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Baltimore Catechism (1891)

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  • Catechism 3
    • LESSON FIRST: On the End of Man.
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LESSON FIRST: On the End of Man.

Q. 126. What do we mean by the "end of man"?

A. By the "end of man" we mean the purpose for which he was created: namely, to know, love, and serve God.


Q. 127. How do you know that man was created for God alone?

A. I know that man was created for God alone because everything in the world was created for something more perfect than itself: but there is nothing in the world more perfect than man; therefore, he was created for something outside this world, and since he was not created for the Angels, he must have been created for God.

Q. 128. In what respect are all men equal?

A. All men are equal in whatever is necessary for their nature and end. They are all composed of a body and soul; they are all created to the image and likeness of God; they are all gifted with understanding and free will; and they have all been created for the same end -- God.


Q. 129. Do not men differ in many things?

A. Men differ in many things, such as learning, wealth, power, etc.; but these things belong to the world and not man's nature. He came into this world without them and he will leave it without them. Only the consequences of good or evil done in this world will accompany men to the next.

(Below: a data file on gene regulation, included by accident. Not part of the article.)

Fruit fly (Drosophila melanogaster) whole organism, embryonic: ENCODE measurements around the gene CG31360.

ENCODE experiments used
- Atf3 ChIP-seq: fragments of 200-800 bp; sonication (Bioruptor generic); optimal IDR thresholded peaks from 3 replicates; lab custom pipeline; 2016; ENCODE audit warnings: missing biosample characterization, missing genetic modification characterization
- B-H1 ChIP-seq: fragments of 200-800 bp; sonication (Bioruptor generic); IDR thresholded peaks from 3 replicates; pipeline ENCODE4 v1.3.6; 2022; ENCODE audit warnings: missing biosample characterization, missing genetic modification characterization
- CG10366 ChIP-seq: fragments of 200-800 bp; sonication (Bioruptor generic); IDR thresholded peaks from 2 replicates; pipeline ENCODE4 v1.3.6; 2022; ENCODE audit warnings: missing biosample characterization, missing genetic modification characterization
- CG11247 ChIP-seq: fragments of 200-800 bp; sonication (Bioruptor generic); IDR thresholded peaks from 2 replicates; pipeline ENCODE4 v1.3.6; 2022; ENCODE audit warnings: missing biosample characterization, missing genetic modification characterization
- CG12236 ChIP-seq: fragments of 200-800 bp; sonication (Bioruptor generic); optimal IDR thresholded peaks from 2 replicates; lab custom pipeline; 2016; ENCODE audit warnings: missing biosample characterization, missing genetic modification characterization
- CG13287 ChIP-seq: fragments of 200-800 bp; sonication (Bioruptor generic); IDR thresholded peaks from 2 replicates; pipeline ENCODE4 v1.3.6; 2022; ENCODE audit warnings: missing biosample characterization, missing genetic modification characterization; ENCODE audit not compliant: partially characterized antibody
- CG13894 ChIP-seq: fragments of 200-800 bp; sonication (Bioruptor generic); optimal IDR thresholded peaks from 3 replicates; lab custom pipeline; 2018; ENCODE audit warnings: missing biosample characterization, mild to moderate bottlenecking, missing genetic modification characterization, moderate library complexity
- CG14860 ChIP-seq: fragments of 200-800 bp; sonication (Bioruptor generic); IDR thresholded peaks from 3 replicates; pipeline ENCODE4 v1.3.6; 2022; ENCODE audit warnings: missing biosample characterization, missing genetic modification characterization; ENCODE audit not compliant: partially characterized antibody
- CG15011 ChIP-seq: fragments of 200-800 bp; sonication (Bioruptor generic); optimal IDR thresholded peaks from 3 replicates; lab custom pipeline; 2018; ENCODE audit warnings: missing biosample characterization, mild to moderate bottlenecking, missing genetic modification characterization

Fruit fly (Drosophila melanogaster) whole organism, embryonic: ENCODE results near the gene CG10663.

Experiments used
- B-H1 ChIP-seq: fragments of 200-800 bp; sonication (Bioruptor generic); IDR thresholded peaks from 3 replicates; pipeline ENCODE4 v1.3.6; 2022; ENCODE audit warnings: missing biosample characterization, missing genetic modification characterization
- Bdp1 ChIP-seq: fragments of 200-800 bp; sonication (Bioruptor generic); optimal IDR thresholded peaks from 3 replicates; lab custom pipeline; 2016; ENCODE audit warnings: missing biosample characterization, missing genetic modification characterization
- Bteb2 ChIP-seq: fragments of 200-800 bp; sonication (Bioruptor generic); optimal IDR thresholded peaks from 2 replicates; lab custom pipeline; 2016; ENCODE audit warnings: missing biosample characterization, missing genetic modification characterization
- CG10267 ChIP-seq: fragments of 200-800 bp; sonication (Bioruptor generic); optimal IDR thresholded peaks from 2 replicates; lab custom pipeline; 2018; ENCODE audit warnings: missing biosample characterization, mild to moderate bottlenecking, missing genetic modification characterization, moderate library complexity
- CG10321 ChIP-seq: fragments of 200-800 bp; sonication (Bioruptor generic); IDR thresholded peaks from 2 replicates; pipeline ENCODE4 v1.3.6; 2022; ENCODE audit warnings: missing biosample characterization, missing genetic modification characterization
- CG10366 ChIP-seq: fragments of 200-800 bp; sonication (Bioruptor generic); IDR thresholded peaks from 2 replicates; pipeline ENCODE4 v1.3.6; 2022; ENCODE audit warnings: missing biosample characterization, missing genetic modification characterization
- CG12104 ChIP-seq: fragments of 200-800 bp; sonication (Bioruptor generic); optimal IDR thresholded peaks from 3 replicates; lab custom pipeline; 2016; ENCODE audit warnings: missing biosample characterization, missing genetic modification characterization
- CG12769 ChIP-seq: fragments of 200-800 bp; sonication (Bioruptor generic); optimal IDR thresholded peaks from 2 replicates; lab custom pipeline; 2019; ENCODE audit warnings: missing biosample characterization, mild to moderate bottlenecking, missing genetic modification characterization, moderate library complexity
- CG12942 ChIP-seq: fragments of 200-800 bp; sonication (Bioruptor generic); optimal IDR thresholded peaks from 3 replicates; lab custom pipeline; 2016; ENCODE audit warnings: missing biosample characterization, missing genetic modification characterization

Q. 130. Who made the world?

A. God made the world.


Q. 131. What does "world" mean in this question?

A. In this question "world" means the universe; that is, the whole creation; all that we now see or may hereafter see.


Q. 132. Who is God?

A. God is the Creator of heaven and earth, and of all things.


Q. 133. What is man?

A. Man is a creature composed of body and soul, and made to the image and likeness of God.


Q. 134. Does "man" in the Catechism mean all human beings?

A. "Man" in the Catechism means all human beings, either men or women, boys, girls, or children.


Q. 135. What is a creature?

A. A creature is anything created, whether it has life or not; body or no body. Every being, person, or thing except God Himself may be called a creature.


Q. 136. Is this likeness in the body or in the soul?

A. This likeness is chiefly in the soul.


Q. 137. How is the soul like to God?

A. The soul is like to God because it is a spirit that will never die, and has understanding and free will.


Q. 138. Is every invisible thing a spirit?

A. Every spirit is invisible -- which means can not be seen; but every invisible thing is not a spirit. The wind is invisible, and it is not a spirit.


Q. 139. Has a spirit any other quality?

A. A spirit is also indivisible; that is, it can not be divided into parts, as we divide material things.


Q. 140. What do the words "will never die" mean?

A. By the words "will never die" we mean that the soul, when once created, will never cease to exist, whatever be its condition in the next world. Hence we say the soul is immortal or gifted with immortality.

Q. 141. Why then do we say a soul is dead while in a state of mortal sin?

A. We say a soul is dead while in a state of mortal sin, because in that state it is as helpless as a dead body, and can merit nothing for itself.


Q. 142. What does our "understanding" mean?

A. Our "understanding" means the "gift of reason," by which man is distinguished from all other animals, and by which he is enabled to think and thus acquire knowledge and regulate his actions.


Q. 143. Can we learn all truths by our reason alone?

A. We can not learn all truths by our reason alone, for some truths are beyond the power of our reason and must be taught to us by God.


Q. 144. What do we call the truths God teaches us?

A. Taken together, we call the truths God teaches us revelation, and we call the manner by which He teaches them also revelation.


Q. 145. What is "Free Will"?